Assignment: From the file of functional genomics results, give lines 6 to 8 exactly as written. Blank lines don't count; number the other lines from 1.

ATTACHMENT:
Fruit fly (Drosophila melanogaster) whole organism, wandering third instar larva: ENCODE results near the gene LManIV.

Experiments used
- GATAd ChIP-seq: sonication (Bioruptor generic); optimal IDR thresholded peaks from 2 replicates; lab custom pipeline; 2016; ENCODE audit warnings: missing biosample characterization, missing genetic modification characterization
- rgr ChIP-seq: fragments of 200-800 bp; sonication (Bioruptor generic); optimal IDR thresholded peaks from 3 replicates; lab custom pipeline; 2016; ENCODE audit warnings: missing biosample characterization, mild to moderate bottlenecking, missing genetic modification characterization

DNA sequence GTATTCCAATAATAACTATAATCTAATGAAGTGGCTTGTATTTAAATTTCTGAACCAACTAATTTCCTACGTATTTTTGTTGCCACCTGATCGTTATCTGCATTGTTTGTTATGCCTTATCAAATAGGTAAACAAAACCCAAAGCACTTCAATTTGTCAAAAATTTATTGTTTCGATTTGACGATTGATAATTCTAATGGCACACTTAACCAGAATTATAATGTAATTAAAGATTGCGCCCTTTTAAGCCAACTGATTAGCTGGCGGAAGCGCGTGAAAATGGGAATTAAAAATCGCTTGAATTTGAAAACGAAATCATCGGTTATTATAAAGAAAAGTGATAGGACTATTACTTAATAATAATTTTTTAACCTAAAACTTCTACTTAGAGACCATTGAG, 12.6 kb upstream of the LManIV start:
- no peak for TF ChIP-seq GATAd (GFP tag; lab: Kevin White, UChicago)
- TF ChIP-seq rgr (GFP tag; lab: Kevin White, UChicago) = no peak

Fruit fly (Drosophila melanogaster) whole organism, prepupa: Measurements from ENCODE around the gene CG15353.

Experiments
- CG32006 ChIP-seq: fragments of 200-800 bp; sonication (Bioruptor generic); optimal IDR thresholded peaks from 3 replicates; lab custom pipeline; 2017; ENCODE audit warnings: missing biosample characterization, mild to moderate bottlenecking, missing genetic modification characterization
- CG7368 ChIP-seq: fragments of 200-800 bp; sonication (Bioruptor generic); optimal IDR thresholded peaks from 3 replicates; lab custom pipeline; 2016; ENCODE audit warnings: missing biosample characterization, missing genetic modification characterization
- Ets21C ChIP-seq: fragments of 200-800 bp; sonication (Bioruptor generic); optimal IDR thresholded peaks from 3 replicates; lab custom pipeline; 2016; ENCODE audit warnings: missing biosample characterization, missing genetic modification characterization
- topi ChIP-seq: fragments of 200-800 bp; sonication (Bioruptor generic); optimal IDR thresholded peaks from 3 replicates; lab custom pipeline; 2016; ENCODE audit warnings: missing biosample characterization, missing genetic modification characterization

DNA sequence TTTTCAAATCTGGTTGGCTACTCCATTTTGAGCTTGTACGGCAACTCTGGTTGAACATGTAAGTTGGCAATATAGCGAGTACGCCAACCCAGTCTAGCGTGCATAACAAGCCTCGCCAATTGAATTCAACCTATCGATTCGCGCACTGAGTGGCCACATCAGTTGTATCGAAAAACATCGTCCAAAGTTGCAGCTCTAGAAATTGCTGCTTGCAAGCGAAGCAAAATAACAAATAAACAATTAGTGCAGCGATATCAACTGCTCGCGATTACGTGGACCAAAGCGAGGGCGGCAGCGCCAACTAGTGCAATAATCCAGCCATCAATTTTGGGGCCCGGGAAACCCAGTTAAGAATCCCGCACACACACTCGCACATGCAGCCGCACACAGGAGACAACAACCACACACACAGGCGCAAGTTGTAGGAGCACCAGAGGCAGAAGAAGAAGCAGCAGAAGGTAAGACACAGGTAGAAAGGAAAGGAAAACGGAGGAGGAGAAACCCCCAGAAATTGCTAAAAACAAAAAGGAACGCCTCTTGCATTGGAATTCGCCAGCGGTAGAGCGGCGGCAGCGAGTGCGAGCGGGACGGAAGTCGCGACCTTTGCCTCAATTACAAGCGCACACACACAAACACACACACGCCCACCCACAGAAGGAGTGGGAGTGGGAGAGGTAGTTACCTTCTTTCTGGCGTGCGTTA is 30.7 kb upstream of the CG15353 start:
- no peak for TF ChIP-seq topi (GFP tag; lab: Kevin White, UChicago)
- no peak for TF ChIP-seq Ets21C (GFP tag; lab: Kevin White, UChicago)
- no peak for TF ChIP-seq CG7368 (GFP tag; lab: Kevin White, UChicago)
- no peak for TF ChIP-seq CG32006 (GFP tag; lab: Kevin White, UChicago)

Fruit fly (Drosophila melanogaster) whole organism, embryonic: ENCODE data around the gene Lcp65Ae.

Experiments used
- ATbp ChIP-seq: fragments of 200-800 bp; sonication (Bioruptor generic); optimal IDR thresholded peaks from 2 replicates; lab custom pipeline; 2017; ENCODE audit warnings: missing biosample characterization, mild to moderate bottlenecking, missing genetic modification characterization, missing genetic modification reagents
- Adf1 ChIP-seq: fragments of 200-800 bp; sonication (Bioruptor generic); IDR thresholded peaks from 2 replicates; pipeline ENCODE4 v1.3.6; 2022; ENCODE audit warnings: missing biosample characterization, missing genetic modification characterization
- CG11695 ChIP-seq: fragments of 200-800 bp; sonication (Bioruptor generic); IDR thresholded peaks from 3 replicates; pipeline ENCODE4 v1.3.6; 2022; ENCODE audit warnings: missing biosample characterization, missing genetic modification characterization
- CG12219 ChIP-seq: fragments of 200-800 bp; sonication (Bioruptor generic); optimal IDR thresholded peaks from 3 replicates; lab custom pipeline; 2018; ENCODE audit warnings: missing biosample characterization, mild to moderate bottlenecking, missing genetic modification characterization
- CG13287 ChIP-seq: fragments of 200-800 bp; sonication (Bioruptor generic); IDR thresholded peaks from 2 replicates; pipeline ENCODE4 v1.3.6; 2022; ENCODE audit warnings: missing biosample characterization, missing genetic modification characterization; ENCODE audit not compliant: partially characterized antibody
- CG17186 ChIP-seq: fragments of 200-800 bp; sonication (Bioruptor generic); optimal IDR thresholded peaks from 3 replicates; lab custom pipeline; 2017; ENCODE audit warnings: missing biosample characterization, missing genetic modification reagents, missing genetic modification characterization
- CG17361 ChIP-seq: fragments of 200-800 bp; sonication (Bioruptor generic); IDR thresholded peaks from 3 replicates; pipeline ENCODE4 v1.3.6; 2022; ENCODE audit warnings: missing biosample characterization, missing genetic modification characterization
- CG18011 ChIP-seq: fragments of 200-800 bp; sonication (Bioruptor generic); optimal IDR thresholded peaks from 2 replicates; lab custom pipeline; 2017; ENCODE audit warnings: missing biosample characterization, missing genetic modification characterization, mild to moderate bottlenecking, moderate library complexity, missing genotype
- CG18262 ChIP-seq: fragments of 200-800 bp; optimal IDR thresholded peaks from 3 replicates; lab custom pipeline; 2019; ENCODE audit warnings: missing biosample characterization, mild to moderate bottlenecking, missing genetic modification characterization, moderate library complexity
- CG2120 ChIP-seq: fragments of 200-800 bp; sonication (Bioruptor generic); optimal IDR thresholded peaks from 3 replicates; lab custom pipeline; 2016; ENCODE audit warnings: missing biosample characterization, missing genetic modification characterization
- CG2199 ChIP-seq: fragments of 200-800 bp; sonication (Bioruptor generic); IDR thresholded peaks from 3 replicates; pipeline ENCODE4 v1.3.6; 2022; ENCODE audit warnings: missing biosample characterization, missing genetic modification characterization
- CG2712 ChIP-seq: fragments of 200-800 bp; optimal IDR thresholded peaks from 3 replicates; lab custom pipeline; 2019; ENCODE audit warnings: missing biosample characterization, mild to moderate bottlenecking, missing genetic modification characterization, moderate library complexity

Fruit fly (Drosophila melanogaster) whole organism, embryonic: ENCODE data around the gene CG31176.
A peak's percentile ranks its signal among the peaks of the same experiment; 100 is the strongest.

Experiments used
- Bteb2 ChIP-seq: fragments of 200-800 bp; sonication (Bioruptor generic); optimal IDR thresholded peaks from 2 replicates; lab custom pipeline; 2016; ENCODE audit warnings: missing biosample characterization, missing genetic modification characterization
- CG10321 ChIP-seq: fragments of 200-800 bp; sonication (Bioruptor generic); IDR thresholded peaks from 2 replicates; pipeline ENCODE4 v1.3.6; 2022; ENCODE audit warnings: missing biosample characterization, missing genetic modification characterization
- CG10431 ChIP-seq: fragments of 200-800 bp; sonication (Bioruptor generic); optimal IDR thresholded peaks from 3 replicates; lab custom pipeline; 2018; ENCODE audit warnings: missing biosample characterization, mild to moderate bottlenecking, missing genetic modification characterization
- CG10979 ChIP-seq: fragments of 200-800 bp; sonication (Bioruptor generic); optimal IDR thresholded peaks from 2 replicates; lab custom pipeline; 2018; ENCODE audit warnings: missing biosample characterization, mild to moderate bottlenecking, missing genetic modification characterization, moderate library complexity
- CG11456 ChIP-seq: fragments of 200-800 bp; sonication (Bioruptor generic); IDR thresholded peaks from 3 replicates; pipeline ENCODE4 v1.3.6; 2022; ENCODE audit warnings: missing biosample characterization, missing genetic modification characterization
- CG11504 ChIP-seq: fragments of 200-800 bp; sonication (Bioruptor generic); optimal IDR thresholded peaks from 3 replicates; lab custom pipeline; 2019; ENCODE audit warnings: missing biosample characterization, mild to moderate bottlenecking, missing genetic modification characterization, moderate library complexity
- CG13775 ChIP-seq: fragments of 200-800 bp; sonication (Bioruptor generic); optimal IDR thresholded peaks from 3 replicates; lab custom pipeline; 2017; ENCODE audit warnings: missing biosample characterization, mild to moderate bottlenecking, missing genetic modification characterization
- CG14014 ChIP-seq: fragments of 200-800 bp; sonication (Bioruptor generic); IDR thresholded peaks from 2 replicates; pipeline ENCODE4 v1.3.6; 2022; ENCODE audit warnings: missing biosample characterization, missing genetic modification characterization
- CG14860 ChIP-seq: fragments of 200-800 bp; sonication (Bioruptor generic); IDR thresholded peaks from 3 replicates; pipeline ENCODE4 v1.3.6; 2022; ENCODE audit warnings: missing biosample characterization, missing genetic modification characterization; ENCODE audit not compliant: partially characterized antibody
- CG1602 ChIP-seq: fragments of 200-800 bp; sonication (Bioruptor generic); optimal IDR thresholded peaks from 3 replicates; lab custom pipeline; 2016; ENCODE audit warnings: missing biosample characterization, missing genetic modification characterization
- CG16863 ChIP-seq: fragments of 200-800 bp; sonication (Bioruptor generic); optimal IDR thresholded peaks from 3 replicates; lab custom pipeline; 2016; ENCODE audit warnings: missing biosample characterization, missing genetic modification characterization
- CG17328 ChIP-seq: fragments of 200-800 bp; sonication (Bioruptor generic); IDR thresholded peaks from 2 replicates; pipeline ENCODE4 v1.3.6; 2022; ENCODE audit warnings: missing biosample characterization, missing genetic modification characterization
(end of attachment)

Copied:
- no peak for TF ChIP-seq GATAd (GFP tag; lab: Kevin White, UChicago)
- TF ChIP-seq rgr (GFP tag; lab: Kevin White, UChicago) = no peak

Fruit fly (Drosophila melanogaster) whole organism, prepupa: Measurements from ENCODE around the gene CG15353.